On the eve of the third Republican debate, Ben Carson has surged to the top of the GOP field. According to the New York Times/CBS poll, released Tuesday, Carson is now the top choice of 26 percent of Republican primary voters. Trump, the long-time front runner has 22 percent. Carson’s four point lead lies within the margin of error.
This is the first time that Trump has not led all candidates since The Times and CBS News began measuring presidential preferences at the end of July. Trump has led all national polls for over 100 straight days. Since the last Times/CBS poll, Trump has fallen five points and Carson has gained five points. The two candidates essentially traded places.
No other Republican comes close to Carson or Trump. Senator Marco Rubio received eight percent; Jeb Bush and Carly Fiorina each had seven percent. Senator Rand Paul, Senator Ted Cruz, Mike Huckabee and Gov. John R. Kasich each received support from four percent of those surveyed. More than half of the Republican primary voters said they were paying “a lot” of attention to the campaign. This is essentially unchanged from a CBS News survey in early October.
The new poll shows that the vast majority of Republicans have not firmly made up their minds: Seven in 10 of those who expressed support for a candidate said it was too early to say for sure who they would support. Just 28 percent indicated that their minds were made up. Trump’s supporters, however, are more certain of their support than Carson’s. A majority of Trump supporters, 55 percent, said their minds were made up. But 80 percent of Carson backers said it was too early to say for sure that they would eventually support him.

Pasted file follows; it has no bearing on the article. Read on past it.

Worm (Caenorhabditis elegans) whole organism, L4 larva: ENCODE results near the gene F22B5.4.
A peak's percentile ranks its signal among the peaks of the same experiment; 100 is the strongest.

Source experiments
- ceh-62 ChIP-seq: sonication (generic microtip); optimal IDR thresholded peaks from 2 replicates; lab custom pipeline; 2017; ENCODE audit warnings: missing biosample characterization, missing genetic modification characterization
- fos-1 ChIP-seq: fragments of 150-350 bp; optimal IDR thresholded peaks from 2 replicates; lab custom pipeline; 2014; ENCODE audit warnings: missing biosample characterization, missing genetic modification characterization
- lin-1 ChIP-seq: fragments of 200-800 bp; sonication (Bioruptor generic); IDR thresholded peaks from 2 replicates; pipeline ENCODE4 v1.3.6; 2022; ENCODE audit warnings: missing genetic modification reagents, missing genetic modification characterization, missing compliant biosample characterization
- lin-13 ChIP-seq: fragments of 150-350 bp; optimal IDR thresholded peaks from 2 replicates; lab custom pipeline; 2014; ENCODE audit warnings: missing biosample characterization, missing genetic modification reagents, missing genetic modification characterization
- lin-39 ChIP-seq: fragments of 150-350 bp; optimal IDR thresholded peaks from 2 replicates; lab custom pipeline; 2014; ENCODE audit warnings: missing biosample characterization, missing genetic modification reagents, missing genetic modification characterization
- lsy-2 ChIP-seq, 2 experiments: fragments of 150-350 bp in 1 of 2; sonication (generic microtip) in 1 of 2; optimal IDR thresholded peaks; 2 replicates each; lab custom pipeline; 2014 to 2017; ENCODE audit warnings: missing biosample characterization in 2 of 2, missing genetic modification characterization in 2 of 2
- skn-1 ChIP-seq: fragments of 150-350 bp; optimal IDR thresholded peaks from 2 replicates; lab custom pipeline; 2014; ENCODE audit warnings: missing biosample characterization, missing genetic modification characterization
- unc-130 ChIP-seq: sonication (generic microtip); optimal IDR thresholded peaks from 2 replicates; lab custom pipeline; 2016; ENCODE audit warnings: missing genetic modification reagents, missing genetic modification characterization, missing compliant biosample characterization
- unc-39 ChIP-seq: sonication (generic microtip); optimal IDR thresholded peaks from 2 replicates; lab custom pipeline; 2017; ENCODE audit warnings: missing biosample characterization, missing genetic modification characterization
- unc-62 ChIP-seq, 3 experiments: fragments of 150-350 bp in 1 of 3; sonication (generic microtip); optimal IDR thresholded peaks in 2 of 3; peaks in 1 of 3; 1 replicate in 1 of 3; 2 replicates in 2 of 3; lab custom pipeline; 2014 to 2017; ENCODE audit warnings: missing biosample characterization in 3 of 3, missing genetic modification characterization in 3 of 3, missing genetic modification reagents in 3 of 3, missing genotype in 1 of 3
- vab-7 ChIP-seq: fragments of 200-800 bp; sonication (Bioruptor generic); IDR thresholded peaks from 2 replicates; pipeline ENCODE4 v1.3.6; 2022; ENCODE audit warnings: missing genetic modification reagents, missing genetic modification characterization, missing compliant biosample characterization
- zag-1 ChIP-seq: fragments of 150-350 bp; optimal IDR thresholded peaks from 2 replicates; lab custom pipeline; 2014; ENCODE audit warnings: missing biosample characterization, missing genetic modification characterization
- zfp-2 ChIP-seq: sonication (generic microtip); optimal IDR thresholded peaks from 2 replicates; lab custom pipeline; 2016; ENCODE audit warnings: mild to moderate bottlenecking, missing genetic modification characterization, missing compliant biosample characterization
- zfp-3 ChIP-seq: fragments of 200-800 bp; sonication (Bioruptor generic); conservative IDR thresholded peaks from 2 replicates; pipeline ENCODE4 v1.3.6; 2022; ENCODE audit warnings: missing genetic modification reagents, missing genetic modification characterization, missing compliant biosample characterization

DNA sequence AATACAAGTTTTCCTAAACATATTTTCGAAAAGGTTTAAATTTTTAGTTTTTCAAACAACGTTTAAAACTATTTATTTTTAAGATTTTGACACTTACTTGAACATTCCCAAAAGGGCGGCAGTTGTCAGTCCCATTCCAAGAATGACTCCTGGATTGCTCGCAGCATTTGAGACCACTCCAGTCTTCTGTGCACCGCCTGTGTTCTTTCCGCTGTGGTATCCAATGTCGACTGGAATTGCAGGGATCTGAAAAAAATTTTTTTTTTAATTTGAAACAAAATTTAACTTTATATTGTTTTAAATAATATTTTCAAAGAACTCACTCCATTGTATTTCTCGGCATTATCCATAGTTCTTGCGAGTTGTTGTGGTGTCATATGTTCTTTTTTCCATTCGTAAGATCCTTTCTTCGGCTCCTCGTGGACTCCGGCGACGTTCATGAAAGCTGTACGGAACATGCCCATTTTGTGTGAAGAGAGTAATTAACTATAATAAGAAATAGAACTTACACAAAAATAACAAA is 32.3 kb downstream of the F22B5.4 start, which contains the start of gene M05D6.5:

This poll may spell trouble for Trump. The Reuters tracking poll on Tuesday also showed Carson ahead of Trump 33 percent to 26 percent. Two days ago, Trump still led Carson by five and a half points in the Reuters tracking poll. In Iowa, Carson has also surged ahead of Trump in three consecutive polls.
Trump did not take the news of the polls lightly. In Sioux City, Iowa Tuesday evening, the billionaire businessman was practically begging voters for support. He repeatedly urged the audience to get his poll numbers up. Trump said he thinks it’s terrible being in second place. Trump broke his usual rally format by taking questions. He even descended from his raised platform and ventured into the audience so he could speak directly to a wounded veteran in a wheelchair.
Carson’s surge has come after he suspended normal campaign activities in order to go on a tour to sell his latest book. Carson has built up a successful brand among a core Republican constituency. His gains are coming from Evangelical Christians and women, many of them are disillusioned with Trump’s frequent attacks on women.
Carson’s recent statements are resonating with voters— particularly in Iowa. A Bloomberg/Des Moines register poll showed that a majority of GOP caucus voters agree with his stance on a Muslim president and his statements about Nazi Germany and gun control. And, Carson’s race also makes him an attractive candidate for Republicans, particularly after FOX News owner Rupert Murdock called Carson a “real black.”
“Conservatives are used to hearing three things over and over again: that they are racists, that they are bigots, and that they aren’t very bright,” said Ben Domenech, publisher of The Federalist, a conservative online magazine told CNN. “His race, faith, and intelligence all satisfy conservative desires to push back against current negative ideas about who Republicans are.”
Establishment Republican candidates, who are left far behind in the dust, are attacking Trump and Carson ahead of Wednesday’s debate. It remains to be seen if Carson’s ascendancy is a blip or a trend. Is Carson the new Trump? Perhaps Wednesday’s debate will give us a clue. Expect fireworks in Boulder Wednesday night, not in the sky but in the debate hall.